I dedicate this weekly post, featuring vintage gay photographs, to the men and women who lived in a more critical time where being true to yourself and loving who you want wasn’t always an option and came at a great price. Do you have a photo you would like to share? Email me at bosguymail@gmail.com.

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Vintage gay

Source: Courtesy Nini-Treadwell Collection/5 Continents Editions

This photo is one of several images of men called “Loving: A Photographic History of Men in Love, 1850s-1950s.” The image above is a photograph, known as a cabinet card. This is a process that dates back to around 1880. You can see the other photos shared here. Much thanks to friend and longtime BosGuy reader, Jim Lundy for sharing this with me.

I dedicate this weekly post, featuring vintage gay photographs, to the men and women who lived in a more critical time where being true to yourself and loving who you want wasn’t always an option and came at a great price. Do you have a photo you would like to share? Email me at bosguymail@gmail.com.

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Vintage gay

click on the image to watch the BBC video

When Hugh Nini and Neal Treadwell stumbled across a photo from the 1920s of two men in a tender embrace they thought it was one-of-a-kind. But things changed when they found more photographs. The result of their unexpected discovery is a moving book, portraying male romance over the course of a century.

I’ve shared several of the photos from this collection in the past and will likely continue to share more in the future but the BBC 5 minute video published in November 2020 is worth watching. Above is a screen capture of Hugh speaking about what the collection of these photos represent and their significance. Click on the photo to launch the interesting video.

I dedicate this weekly post, featuring vintage gay photographs, to the men and women who lived in a more critical time where being true to yourself and loving who you want wasn’t always an option and came at a great price. Do you have a photo you would like to share? Email me at bosguymail@gmail.com.

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Vintage gay

James Baldwin was romantically linked to the bisexual Swiss painter, Lucien Happersberger. They met in Paris in 1949 when Lucien was 17 and remained lifelong partners, but as you can read from the newspaper clipping shared above, the public would only know them as “close friends”.

In addition to his book Giovanni’s Room, which I highly recommend. Baldwin was highly quotable. Below is a personal favorite quote of mine.

I love America more than any other country in the world and, exactly for that reason, I insist on the right to criticize her perpetually.

James Baldwin, American author, poet and activist

I dedicate this weekly post, featuring vintage gay photographs, to the men and women who lived in a more critical time where being true to yourself and loving who you want wasn’t always an option and came at a great price. Do you have a photo you would like to share? Email me at bosguymail@gmail.com.

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Vintage gay

This week I’m featuring three men who for nearly twenty years lived in a polymorous relationship in the first half of the 20th century. Monroe and Glenway first met in 1919 at the Poetry, Club of the University of Chicago when Monroe was twenty and Glenway was eighteen. In 1927 the two would meet George and form a unique bond. Back in 1998 a picture book of this thruple’s travels through Europe between 1925 – 1935 called When We Were Three “The Expatriate Years” was published. It is amazing to think the eyebrows these three must have raised wherever they went.

Monroe Wheeler (1899 – 1988) was an American publisher and museum coordinator. He would spend the rest of his life with Glenway Wescott and die one year after Wescott’s passing, requesting that his ashes be buried with his lifelong partner.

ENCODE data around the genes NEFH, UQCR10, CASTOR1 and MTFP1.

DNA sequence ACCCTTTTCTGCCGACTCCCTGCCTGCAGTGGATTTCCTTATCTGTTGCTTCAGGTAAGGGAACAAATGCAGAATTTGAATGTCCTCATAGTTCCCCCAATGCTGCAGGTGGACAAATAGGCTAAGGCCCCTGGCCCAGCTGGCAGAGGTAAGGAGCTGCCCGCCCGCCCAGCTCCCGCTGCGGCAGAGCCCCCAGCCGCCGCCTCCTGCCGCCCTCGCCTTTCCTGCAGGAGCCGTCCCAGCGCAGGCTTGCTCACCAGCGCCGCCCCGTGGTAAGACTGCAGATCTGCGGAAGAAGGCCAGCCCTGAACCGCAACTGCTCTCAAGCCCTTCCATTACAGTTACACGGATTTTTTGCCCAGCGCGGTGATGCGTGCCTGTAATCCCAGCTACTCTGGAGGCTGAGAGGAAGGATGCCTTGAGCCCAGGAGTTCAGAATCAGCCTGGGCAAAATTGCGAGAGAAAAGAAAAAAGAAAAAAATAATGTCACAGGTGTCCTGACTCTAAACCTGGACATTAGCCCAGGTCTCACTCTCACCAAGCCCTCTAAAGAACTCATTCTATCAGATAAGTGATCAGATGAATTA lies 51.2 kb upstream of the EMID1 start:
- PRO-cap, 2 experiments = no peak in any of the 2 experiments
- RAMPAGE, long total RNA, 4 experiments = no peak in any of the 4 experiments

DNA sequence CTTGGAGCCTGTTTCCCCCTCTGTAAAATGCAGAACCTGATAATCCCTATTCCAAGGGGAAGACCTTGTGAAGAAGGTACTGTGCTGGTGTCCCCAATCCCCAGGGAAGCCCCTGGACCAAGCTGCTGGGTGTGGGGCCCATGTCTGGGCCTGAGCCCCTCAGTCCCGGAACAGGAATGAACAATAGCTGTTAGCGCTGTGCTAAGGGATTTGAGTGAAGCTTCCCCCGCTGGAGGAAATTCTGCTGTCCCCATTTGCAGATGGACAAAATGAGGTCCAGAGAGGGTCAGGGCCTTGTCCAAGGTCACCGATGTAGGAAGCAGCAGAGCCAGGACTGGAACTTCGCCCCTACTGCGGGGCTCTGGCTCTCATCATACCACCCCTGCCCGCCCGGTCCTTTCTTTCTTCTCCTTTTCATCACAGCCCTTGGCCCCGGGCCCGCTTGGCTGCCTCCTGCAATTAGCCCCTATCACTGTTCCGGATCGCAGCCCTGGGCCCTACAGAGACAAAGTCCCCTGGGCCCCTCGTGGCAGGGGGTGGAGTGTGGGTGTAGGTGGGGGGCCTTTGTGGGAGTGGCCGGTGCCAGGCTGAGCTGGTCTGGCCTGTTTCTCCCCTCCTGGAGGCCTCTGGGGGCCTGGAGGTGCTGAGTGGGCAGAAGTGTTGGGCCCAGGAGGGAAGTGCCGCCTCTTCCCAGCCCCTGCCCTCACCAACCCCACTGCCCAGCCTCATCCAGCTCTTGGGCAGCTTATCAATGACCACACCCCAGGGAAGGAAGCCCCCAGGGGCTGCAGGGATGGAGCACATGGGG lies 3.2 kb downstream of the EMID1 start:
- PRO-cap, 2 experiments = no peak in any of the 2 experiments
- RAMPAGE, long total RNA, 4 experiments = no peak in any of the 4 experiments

Glenway Wescott (1901 – 1987) was an American poet, novelist and essayist. He mixed with many American expatriates in Europe and was the model for the character Robert Prentiss in Hemingway’s The Sun Also Rises

George Platt Lynes (1907 – 1955) was an American photographer who worked in the 1930s and 1940s, producing many photographs that featured gay artists and writers. These were acquired by the Kinsey Institute after his death in 1955.

I dedicate this weekly post, featuring vintage gay photographs, to the men and women who lived in a more critical time where being true to yourself and loving who you want wasn’t always an option and came at a great price. Do you have a photo you would like to share? Email me at bosguymail@gmail.com.

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Vintage gay

This week’s photo of Bernard Perlin and Edward Newell dates back to 1970. The two were a couple for 54 years until Perlin died in 2014.

For those unfamiliar with Perlin, he was an extraordinary figure in twentieth century American art and gay cultural history, an acclaimed artist and sexual renegade who reveled in pushing social, political, and artistic boundaries. As a government propaganda artist and war artist-correspondent, he produced many iconic images of World War II. He was notorious for his canvasing scenes of underground gay bars and nude studies of street hustlers, among other aspects of gay life that really amazes me if you think about the political climate of the time.

I dedicate this weekly post, featuring vintage gay photographs, to the men and women who lived in a more critical time where being true to yourself and loving who you want wasn’t always an option and came at a great price. Do you have a photo you would like to share? Email me at bosguymail@gmail.com.

Previous Vintage Gay Photos

Vintage gay

No clue when or where this photo may have been taken but I’m guessing the 1950s. However, I thought I should conclude 2020 with a vintage gay photo of men celebrating and what better way to celebrate than dancing?

Be well and thank you for checking out this weekly post.

I want to wish you a happy and healthy 2021.

I dedicate this weekly post, featuring vintage gay photographs, to the men and women who lived in a more critical time where being true to yourself and loving who you want wasn’t always an option and came at a great price. Do you have a photo you would like to share? Email me at bosguymail@gmail.com.